China’s Law on Joint Ventures

by Peter Nehemkis, Alexis Nehemkis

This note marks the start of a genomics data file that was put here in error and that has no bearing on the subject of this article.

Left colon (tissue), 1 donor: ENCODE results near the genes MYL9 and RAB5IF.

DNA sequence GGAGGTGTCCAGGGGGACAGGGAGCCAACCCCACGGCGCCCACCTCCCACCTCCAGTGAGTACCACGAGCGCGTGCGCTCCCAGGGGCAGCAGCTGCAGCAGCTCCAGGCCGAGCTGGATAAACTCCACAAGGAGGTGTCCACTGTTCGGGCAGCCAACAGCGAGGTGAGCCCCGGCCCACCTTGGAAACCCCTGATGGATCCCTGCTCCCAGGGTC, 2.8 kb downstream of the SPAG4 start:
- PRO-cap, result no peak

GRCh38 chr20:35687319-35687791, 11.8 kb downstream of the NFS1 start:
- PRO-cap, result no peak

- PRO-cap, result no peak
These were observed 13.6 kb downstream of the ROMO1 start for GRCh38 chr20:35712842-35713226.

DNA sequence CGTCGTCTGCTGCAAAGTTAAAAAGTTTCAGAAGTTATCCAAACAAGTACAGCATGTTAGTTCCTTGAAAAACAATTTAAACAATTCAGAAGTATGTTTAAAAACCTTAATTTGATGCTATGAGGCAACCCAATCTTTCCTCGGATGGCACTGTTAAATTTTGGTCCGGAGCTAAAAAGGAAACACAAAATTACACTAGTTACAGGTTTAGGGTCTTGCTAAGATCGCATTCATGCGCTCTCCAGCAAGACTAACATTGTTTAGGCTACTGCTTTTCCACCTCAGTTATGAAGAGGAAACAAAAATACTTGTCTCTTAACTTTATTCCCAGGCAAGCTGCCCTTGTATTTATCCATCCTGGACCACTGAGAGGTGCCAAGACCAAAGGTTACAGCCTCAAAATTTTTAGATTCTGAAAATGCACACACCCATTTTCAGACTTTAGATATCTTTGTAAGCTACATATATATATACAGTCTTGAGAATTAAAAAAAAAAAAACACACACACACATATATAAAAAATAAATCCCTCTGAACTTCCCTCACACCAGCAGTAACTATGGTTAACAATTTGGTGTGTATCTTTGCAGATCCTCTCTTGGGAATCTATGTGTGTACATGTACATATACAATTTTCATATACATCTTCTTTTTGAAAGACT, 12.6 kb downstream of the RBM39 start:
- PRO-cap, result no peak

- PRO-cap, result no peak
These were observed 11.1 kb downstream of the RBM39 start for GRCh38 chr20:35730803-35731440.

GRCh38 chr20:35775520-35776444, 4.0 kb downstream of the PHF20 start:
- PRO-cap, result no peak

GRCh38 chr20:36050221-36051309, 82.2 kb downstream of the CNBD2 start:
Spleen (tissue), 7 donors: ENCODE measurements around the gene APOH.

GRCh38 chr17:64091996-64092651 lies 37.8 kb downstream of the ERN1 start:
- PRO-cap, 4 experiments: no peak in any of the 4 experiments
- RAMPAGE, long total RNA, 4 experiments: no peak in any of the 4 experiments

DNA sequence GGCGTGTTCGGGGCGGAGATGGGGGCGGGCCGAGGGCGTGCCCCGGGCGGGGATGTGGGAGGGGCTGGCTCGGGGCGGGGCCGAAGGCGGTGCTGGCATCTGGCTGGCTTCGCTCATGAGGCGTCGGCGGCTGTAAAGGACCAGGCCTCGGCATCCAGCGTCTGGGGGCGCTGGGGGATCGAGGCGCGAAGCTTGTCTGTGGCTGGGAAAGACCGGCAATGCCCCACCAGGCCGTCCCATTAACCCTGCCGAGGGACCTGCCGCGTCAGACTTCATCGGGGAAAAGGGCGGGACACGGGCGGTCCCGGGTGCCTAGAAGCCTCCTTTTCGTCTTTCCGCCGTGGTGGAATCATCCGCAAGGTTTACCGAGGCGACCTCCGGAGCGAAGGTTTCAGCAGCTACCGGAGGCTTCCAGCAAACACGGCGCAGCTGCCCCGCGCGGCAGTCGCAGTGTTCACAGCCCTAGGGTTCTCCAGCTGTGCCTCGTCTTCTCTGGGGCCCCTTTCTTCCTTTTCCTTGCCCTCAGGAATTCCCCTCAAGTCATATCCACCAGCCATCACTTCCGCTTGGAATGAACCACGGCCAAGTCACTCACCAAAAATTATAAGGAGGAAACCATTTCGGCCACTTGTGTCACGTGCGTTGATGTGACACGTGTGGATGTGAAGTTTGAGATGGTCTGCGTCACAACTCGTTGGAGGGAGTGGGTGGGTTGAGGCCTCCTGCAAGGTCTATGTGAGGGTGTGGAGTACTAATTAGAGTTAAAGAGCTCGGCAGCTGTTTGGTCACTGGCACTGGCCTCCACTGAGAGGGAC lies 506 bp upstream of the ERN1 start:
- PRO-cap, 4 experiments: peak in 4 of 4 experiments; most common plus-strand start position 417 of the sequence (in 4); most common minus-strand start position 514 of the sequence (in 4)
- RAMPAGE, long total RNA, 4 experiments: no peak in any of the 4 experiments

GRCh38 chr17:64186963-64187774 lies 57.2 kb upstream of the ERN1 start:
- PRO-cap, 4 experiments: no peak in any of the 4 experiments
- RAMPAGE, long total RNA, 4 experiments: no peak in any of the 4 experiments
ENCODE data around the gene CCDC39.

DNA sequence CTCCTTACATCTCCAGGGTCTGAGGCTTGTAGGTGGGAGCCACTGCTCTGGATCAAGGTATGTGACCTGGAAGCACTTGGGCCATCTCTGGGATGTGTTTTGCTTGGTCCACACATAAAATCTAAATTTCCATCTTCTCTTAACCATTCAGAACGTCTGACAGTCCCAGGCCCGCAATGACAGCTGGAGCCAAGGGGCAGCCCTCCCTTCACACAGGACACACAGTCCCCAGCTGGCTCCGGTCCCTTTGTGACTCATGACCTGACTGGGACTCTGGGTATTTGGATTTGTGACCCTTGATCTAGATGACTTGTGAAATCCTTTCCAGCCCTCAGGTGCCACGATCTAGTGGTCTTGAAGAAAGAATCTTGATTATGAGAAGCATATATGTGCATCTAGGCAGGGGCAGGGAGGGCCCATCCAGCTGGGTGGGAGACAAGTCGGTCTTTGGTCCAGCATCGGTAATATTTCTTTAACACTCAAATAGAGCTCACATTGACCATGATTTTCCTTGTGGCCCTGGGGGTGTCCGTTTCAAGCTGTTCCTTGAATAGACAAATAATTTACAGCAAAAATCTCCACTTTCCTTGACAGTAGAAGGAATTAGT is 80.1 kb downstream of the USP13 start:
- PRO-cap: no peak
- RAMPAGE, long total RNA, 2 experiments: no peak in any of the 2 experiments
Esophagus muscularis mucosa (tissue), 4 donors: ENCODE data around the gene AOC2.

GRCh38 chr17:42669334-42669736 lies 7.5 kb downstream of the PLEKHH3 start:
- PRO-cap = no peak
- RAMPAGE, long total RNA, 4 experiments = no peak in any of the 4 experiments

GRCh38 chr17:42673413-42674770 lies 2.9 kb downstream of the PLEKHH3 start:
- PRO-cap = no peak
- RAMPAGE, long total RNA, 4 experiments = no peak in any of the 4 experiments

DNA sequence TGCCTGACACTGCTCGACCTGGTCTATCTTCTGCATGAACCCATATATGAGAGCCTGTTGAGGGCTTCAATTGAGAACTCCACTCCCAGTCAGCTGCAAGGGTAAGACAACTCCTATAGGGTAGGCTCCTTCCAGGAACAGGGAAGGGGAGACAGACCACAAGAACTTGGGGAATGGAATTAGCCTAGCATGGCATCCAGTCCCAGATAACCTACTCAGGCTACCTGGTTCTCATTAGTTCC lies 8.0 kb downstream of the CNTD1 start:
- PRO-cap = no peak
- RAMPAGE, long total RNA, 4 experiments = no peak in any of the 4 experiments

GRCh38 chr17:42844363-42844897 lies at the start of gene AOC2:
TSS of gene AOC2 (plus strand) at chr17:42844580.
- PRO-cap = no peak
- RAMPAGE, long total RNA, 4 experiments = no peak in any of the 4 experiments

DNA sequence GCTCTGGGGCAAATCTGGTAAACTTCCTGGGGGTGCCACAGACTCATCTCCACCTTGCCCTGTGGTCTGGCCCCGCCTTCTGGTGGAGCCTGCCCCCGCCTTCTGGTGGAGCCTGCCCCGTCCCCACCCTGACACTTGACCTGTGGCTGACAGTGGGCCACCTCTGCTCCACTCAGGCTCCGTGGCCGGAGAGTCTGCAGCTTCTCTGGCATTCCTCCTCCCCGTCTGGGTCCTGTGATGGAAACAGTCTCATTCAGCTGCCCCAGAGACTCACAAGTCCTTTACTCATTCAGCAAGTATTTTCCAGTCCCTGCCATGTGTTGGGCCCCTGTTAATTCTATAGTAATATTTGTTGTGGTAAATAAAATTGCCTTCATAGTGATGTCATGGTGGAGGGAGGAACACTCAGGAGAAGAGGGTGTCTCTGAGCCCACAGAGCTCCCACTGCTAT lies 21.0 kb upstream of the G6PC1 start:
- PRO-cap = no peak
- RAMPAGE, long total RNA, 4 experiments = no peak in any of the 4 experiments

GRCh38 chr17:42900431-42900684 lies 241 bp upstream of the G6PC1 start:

This article examines the law on joint-ventures adopted by the fifth National People's Congress, parliament of China on July 1, 1979. It became effective on July 8, 1979, on the order of Ye Jianying, one of China's legendary leaders, a survivor of the historic Long March, No. 3 in-the party hierarchy and chairman of the Standing Committee of the National People's Congress. The joint venture law includes features commonly found in the codes of investment seeking countries in Western Europe and the Third World. Liu Yiu-chu, a Harvard-educated Hong Kong lawyer who advises the Chinese government on international business law, observes that overseas Chinese have an edge over foreign companies for three reasons: (1) Communication is easier because both sides speak Chinese; (2) Misunderstandings are not so likely to occur because both share a common cultural heritage; (3) An overseas Chinese willing to make concessions because of his desire to see China prospers. The joint venture law is a bold first step in the creation of a favorable investment climate for foreign investment. Nevertheless, there is a danger that the Chinese experiment could become a version of the U.S.-Mexican border plants, the Mexican maquiladores that attract U.S. entrepreneurs in search of cheap labor. A second danger lies in the delusions about the China market entertained by American businessmen. Long-term business transactions with the People's Republic of China are, with those of the Soviet Union, freighted with much political risk. The joint venture code, nevertheless, merits the thoughtful consideration of U.S. managements that are interested in the China trade. With patience, staying power and a realistic comprehension of the China market, U.S. companies may establish a foothold in that market as well as a base for the export of Chinese products to the U.S. It is in the interest of the international business community to help make the joint venture experiment a success.

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